Part M of the Building Regulations relates to the 'Access to and Use of Buildings' and draws largely on the legislation covered by the Disability Discrimination Act 1995 and the Disability Discrimination (Employment) Regulations 1996.

This document is particularly relevant to new build where such properties must comply. If in any doubt as to whether your alterations are affected by this document, the local building control department will be able to assist further.[17] Later alterations of a building must not remove or reduce its accessibility features.

Part N. Glazing – safety in relation to impact, opening and cleaningEdit

Part N was repealed in 2013 and these measures were moved into a new consolidated Part K in 2013 (See above).

Part P. Electrical safety – dwellingsEdit

New rules for electrical safety in the home, the garden and its outbuildings. This part only applies to dwellings (in some cases, buildings that would be exempt but which take their electrical supply from a dwelling). Several government approved competent persons schemes support Part P.

Reasonable provision shall be made in the design, installation, inspection and testing of electrical installations in order to protect persons from fire or injury.

Sufficient information shall be provided so that persons wishing to operate, maintain or alter an electrical installation can do so with reasonable safety.

Certain types of work require notification to the local authority for building control. In England this is only work within 'Zone 1' of a bathroom, and new consumer units and complete new circuits. In Wales there are more 'notifiable works' including wiring in kitchens and gardens. Installers who are members of an approved "Competent Persons Scheme" may carry out such electrical work without the need to submit many such formal building regulations applications, instead notification is performed via their trade body.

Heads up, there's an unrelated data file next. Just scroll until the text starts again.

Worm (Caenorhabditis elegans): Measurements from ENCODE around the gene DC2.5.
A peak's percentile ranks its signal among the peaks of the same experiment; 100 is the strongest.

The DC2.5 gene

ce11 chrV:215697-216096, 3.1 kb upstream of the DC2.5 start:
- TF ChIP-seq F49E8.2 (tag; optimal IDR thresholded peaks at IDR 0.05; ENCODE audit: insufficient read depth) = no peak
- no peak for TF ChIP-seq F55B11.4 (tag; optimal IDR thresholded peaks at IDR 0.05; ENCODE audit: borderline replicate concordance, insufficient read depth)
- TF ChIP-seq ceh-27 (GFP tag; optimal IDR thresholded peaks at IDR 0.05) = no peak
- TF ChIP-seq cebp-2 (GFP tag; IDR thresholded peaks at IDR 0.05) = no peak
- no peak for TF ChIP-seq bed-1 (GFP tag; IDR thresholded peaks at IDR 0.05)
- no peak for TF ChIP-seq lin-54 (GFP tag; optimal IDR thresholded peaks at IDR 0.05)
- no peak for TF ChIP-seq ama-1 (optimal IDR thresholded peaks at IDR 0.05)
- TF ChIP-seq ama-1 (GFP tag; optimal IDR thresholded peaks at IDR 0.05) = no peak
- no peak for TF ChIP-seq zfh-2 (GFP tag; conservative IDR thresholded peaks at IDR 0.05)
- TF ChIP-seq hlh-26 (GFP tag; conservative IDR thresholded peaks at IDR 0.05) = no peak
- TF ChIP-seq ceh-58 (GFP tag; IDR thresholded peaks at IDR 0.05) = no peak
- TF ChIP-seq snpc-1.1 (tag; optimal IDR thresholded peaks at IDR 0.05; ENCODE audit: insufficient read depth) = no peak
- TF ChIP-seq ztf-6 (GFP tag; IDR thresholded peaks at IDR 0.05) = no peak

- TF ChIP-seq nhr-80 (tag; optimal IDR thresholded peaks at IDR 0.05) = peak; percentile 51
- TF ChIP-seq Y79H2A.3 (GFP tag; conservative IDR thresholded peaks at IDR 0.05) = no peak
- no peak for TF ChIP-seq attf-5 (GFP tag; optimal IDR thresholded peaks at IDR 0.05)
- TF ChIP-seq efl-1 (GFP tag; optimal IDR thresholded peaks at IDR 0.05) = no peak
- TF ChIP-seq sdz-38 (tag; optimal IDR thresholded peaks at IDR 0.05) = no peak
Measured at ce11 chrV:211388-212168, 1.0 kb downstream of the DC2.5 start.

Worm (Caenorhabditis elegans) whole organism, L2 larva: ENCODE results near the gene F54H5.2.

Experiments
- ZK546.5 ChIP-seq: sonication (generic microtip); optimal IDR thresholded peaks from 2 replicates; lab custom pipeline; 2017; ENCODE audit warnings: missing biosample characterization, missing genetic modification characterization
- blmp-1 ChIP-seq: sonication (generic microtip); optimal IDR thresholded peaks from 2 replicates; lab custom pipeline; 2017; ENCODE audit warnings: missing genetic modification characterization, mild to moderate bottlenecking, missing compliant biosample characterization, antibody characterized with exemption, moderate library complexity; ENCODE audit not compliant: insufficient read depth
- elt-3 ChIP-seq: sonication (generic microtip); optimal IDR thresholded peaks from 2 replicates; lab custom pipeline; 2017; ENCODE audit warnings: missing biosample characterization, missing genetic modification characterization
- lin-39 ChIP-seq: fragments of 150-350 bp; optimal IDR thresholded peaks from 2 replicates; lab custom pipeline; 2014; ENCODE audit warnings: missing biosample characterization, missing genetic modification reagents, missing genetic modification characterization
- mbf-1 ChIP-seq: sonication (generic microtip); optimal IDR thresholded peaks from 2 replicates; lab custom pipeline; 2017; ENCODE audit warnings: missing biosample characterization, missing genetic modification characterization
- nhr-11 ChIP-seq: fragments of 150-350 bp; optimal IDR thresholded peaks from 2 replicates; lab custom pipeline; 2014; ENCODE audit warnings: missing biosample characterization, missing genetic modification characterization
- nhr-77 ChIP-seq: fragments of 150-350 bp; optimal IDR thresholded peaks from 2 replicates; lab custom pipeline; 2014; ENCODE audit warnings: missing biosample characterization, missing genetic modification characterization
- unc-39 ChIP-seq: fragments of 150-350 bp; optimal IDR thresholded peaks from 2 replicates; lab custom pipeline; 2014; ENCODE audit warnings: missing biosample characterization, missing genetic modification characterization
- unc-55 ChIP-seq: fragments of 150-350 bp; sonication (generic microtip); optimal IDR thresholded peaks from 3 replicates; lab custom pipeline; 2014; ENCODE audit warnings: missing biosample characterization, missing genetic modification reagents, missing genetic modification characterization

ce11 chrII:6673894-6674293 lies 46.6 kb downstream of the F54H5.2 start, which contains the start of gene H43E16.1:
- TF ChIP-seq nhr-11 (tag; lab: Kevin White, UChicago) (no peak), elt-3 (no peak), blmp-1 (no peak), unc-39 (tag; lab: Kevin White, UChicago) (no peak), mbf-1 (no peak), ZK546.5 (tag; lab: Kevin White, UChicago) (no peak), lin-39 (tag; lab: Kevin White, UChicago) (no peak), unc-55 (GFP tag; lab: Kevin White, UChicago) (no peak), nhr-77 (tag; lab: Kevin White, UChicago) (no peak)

Part Q. SecurityEdit

In 2015 a new requirement, Part Q, came into force.[18]

Part Q talks about security in a dwelling with reasonable provisions needing to have been made to resist unauthorised access to any dwelling or any part of a building from which access can be gained to a flat within the building.

Part R. Physical infrastructure for high speed electronic communications networksEdit

Part R was introduced in 2016 and takes effect at the beginning of 2017. It requires "network termination points" in buildings to provide access to high-speed Internet via fibre or copper.

Exempt buildingsEdit

Exempt buildings include:

  • CLASS I Buildings controlled under other legislation e.g. Any building in which explosives are manufactured or stored under a licence granted under the Manufacture and Storage of Explosives Regulations 2005 or nuclear-related buildings or an ancient monument.
  • CLASS II Buildings not frequented by people (unless close to an existing building).
  • CLASS III Greenhouses and agricultural buildings (not used for retail).
  • CLASS IV Temporary buildings (erected for less than 28 days).
  • CLASS V Ancillary buildings.
  • CLASS VI Small detached buildings (garages, garden storage sheds/huts) (less than 30 square metres floor area with no sleeping accommodation therein).
  • CLASS VII Extensions – porches, covered ways, conservatories, (less than 30 square metres floor area).